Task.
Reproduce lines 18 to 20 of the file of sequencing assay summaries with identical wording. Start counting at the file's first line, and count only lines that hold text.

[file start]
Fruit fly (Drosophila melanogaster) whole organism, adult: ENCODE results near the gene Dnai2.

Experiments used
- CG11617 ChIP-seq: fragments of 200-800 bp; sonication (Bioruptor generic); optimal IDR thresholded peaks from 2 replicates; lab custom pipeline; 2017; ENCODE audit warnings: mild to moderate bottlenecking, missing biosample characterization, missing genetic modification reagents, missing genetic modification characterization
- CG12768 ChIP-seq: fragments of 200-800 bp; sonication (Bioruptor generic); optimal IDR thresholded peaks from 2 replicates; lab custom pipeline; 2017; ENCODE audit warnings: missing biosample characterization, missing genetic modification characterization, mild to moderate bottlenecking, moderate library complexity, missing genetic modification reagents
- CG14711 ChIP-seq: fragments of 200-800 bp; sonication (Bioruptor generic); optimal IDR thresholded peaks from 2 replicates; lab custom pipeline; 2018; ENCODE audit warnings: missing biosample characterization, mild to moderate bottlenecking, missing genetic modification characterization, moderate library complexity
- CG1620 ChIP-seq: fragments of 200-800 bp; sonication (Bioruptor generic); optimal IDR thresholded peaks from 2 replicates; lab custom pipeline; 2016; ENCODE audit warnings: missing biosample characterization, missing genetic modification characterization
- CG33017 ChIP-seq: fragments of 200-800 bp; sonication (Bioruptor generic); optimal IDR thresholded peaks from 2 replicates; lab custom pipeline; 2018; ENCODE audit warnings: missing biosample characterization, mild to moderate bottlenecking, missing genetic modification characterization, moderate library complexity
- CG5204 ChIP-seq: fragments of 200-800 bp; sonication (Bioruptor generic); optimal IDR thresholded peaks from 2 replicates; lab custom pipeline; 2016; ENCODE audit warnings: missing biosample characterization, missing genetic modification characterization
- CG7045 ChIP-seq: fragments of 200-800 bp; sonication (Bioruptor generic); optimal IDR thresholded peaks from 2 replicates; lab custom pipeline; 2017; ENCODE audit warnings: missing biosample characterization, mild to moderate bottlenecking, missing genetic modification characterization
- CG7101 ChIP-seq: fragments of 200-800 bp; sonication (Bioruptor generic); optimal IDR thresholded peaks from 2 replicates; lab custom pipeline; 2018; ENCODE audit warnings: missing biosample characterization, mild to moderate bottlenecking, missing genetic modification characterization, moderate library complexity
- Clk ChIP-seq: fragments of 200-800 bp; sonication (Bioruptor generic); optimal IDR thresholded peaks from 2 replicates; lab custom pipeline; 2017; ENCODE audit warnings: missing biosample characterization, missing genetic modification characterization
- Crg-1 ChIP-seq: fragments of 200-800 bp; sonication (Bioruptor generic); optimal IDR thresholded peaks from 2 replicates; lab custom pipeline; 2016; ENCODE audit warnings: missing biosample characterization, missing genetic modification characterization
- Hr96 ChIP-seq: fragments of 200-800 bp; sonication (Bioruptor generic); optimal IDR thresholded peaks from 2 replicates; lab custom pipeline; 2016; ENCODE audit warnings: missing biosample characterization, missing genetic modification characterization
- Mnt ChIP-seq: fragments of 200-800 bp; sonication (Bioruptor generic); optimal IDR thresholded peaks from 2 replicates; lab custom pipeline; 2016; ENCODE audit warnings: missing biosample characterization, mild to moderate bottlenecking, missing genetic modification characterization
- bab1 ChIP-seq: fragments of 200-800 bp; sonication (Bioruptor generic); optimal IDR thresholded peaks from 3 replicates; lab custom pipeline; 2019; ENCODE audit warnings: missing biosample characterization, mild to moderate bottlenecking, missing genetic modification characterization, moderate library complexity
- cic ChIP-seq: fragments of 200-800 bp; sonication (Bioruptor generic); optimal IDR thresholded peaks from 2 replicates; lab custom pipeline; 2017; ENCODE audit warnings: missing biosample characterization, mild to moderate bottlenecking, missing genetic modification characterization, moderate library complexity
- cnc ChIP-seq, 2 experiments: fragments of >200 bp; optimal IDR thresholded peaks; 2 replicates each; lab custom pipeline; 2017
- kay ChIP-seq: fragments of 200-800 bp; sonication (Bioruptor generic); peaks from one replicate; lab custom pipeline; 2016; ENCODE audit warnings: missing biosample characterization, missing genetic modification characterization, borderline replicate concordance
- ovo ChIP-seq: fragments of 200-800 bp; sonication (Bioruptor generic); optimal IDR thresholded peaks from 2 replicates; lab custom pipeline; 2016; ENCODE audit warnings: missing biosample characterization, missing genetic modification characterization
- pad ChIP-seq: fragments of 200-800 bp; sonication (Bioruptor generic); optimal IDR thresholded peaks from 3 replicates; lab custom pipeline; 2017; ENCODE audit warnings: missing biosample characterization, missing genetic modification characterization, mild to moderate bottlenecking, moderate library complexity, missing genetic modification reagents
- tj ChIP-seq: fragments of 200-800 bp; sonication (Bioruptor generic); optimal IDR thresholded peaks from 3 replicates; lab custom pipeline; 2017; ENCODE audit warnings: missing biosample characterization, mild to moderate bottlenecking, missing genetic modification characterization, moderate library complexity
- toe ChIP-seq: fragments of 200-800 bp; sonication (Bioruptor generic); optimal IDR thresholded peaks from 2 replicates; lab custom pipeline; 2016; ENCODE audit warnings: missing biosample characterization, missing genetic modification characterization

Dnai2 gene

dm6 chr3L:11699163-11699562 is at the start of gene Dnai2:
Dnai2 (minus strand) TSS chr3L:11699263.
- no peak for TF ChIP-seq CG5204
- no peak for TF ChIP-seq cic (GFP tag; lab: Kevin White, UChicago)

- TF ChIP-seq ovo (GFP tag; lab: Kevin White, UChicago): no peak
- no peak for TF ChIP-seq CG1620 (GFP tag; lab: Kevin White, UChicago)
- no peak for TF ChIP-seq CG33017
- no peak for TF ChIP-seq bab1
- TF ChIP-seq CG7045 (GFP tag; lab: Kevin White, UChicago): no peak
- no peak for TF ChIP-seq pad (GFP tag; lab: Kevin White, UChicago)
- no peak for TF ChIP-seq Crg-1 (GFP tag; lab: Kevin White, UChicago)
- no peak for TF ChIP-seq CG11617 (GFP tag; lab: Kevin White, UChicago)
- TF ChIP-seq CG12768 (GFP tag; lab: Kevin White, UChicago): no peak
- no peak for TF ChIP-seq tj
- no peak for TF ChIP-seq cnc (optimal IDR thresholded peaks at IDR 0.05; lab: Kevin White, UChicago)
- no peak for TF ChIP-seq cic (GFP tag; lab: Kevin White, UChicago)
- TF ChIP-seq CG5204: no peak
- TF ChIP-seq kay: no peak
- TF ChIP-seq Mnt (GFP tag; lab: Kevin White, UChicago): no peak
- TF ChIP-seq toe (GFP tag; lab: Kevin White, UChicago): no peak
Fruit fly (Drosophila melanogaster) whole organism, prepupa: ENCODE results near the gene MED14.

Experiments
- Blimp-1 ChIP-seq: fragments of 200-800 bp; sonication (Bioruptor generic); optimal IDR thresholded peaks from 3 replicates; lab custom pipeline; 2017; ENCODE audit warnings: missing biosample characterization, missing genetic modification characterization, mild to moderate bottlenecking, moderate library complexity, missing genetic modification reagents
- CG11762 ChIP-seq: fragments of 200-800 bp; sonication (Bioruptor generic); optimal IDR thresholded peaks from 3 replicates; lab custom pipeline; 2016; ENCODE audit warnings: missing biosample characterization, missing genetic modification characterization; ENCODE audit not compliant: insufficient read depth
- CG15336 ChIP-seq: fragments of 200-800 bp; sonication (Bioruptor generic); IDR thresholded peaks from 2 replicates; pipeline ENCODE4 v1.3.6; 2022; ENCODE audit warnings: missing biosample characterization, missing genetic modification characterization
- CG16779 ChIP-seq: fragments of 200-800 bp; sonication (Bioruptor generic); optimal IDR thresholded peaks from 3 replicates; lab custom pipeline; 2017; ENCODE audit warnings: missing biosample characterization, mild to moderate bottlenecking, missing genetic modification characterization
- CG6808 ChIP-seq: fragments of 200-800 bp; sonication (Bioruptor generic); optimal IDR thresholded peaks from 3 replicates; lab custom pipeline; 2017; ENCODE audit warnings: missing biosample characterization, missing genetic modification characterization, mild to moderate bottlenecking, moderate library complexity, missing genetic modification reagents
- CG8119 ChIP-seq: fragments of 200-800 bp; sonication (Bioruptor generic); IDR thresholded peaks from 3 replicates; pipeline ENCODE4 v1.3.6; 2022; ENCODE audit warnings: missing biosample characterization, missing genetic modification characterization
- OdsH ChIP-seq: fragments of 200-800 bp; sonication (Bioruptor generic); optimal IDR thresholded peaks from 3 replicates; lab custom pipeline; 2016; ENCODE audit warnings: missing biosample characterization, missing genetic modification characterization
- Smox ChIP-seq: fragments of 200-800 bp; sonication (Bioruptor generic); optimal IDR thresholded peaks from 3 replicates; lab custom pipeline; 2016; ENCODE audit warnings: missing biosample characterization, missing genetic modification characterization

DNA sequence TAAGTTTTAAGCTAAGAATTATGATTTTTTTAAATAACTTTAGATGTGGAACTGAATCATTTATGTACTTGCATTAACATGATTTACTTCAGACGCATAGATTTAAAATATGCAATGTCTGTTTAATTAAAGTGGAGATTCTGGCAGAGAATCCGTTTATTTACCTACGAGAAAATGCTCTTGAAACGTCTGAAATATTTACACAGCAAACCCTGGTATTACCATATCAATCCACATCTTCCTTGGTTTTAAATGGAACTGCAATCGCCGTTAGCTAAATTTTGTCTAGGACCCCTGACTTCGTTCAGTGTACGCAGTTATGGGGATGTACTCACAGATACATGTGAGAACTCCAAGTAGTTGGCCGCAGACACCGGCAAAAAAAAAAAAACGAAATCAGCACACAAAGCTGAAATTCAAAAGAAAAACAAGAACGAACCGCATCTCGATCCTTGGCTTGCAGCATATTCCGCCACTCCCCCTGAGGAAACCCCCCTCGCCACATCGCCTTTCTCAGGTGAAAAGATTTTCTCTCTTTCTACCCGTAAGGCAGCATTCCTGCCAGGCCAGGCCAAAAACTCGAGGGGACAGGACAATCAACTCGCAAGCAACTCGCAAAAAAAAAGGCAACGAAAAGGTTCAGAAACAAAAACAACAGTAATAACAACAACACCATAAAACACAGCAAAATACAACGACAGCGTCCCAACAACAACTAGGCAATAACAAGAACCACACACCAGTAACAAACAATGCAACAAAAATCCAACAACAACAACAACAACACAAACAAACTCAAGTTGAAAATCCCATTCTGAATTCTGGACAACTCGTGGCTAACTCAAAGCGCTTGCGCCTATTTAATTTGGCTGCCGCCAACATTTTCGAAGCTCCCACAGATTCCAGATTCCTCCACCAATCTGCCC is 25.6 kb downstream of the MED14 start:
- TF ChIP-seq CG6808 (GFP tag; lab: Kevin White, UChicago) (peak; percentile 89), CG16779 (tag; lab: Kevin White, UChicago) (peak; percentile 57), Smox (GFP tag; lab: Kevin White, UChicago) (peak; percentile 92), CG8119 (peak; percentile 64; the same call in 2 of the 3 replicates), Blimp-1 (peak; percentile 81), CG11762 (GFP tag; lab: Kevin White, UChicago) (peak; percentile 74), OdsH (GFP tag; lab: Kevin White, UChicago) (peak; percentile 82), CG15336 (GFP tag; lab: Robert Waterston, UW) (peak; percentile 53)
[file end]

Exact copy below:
- kay ChIP-seq: fragments of 200-800 bp; sonication (Bioruptor generic); peaks from one replicate; lab custom pipeline; 2016; ENCODE audit warnings: missing biosample characterization, missing genetic modification characterization, borderline replicate concordance
- ovo ChIP-seq: fragments of 200-800 bp; sonication (Bioruptor generic); optimal IDR thresholded peaks from 2 replicates; lab custom pipeline; 2016; ENCODE audit warnings: missing biosample characterization, missing genetic modification characterization
- pad ChIP-seq: fragments of 200-800 bp; sonication (Bioruptor generic); optimal IDR thresholded peaks from 3 replicates; lab custom pipeline; 2017; ENCODE audit warnings: missing biosample characterization, missing genetic modification characterization, mild to moderate bottlenecking, moderate library complexity, missing genetic modification reagents